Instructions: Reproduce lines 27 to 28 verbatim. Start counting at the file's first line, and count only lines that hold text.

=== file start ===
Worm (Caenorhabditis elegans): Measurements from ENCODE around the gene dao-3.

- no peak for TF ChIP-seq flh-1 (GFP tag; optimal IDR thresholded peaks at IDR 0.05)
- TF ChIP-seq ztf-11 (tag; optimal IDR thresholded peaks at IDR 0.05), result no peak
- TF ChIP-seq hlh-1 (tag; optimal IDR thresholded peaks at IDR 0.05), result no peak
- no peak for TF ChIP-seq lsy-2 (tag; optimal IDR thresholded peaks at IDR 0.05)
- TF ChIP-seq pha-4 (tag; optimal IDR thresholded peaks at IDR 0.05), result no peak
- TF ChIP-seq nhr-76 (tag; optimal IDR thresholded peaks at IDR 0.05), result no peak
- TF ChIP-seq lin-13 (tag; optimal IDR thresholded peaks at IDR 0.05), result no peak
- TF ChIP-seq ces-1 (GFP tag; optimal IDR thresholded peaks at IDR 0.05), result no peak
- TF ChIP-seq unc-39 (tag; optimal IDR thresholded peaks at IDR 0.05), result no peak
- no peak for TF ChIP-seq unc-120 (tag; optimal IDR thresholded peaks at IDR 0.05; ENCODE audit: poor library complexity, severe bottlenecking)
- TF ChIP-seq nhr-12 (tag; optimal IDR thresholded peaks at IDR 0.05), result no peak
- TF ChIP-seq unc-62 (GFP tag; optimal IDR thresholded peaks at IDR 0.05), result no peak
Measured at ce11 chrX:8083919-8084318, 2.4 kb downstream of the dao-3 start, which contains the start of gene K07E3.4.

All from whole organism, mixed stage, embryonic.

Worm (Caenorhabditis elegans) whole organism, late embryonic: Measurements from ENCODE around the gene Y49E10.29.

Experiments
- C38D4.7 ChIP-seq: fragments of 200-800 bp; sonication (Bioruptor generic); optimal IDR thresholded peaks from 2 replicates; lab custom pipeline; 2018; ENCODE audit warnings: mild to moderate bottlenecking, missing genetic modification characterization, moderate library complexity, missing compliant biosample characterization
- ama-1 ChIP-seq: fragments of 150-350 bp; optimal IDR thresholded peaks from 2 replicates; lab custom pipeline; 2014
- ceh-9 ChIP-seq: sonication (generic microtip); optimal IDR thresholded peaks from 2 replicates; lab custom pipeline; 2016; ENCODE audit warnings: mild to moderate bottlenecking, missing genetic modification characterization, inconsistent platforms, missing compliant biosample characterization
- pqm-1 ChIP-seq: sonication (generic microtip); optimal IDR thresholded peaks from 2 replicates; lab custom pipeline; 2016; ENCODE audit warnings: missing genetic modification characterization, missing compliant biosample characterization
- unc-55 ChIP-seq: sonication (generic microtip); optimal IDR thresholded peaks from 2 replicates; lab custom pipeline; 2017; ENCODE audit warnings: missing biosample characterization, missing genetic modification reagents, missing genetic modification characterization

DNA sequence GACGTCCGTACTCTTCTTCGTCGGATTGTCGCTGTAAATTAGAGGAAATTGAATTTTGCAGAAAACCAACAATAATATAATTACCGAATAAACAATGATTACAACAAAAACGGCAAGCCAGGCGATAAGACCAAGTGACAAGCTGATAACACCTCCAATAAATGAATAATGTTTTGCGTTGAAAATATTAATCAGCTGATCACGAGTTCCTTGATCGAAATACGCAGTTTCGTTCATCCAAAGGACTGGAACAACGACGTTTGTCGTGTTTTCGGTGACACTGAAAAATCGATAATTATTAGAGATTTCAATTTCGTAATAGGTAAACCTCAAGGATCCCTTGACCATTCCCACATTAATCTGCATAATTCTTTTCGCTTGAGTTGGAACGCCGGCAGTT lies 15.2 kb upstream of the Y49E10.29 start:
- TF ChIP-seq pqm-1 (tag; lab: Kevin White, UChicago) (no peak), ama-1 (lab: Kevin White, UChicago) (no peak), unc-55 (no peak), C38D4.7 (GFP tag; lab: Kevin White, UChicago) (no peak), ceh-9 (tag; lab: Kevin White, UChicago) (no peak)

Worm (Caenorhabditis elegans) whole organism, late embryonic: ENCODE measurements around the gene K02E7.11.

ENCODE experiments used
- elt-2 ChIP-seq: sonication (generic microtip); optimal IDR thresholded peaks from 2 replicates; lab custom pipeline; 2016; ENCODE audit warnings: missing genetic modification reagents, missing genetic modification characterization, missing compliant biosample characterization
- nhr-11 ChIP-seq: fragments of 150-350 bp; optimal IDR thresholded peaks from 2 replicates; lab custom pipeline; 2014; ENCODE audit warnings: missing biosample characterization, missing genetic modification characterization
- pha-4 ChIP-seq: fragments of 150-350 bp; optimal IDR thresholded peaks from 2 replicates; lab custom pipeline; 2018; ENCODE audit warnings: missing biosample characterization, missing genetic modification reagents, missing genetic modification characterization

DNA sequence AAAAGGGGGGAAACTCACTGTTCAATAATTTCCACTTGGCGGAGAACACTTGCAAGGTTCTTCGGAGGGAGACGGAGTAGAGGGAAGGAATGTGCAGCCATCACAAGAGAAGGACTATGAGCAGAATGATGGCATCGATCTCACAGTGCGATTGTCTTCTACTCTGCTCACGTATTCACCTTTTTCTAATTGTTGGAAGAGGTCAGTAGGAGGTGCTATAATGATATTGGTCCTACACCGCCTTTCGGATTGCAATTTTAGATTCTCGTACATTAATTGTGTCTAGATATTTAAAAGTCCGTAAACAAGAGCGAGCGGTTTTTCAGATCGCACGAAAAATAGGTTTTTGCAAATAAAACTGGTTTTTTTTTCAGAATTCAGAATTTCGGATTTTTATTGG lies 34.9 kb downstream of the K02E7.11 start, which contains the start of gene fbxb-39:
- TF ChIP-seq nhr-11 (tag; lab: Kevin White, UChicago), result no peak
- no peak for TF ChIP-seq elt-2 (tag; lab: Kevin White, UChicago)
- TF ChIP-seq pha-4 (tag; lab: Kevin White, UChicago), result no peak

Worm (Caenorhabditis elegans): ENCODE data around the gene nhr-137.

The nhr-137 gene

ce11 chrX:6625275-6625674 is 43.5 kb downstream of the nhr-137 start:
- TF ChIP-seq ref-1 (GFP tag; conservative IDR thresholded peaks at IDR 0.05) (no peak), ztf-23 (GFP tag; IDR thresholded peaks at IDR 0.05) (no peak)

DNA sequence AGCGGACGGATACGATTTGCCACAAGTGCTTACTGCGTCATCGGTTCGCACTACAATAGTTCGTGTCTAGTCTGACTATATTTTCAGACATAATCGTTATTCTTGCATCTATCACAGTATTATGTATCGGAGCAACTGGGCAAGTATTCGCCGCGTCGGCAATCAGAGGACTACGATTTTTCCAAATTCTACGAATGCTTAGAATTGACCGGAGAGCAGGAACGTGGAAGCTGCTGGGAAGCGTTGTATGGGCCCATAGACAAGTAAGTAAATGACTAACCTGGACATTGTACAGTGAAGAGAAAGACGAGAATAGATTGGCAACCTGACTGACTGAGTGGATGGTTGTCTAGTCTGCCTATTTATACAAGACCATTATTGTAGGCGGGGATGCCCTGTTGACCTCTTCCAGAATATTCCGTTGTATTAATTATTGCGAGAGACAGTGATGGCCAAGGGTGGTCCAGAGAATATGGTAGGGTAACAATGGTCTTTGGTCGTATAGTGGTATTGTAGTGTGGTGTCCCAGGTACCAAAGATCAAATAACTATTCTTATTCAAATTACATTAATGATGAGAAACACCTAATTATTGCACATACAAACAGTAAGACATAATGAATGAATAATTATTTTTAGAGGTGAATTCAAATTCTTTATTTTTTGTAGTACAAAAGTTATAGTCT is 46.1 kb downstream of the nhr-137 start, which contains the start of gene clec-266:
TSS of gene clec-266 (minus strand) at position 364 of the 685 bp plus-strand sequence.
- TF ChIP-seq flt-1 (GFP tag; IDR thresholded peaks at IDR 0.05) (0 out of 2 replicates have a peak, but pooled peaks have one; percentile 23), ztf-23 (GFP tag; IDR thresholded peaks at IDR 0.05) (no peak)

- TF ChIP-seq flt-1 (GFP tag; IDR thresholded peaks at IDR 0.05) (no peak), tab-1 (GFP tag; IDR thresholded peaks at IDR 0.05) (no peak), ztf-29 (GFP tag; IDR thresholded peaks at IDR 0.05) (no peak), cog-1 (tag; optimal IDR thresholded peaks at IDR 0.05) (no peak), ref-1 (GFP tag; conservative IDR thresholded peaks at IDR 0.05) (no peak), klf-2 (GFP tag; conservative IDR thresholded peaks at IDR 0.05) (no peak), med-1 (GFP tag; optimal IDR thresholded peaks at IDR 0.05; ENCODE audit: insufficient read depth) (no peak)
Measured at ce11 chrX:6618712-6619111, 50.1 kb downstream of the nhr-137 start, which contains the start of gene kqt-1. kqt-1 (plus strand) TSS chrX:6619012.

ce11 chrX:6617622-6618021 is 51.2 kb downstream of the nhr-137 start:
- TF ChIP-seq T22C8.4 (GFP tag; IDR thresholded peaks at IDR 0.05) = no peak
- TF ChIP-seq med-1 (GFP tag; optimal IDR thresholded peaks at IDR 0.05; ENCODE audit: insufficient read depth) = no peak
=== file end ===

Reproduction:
- elt-2 ChIP-seq: sonication (generic microtip); optimal IDR thresholded peaks from 2 replicates; lab custom pipeline; 2016; ENCODE audit warnings: missing genetic modification reagents, missing genetic modification characterization, missing compliant biosample characterization
- nhr-11 ChIP-seq: fragments of 150-350 bp; optimal IDR thresholded peaks from 2 replicates; lab custom pipeline; 2014; ENCODE audit warnings: missing biosample characterization, missing genetic modification characterization